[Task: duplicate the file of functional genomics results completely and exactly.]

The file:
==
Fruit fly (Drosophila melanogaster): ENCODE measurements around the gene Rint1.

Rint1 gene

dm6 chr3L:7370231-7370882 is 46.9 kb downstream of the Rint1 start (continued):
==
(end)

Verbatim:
Fruit fly (Drosophila melanogaster): ENCODE measurements around the gene Rint1.

Rint1 gene

dm6 chr3L:7370231-7370882 is 46.9 kb downstream of the Rint1 start (continued):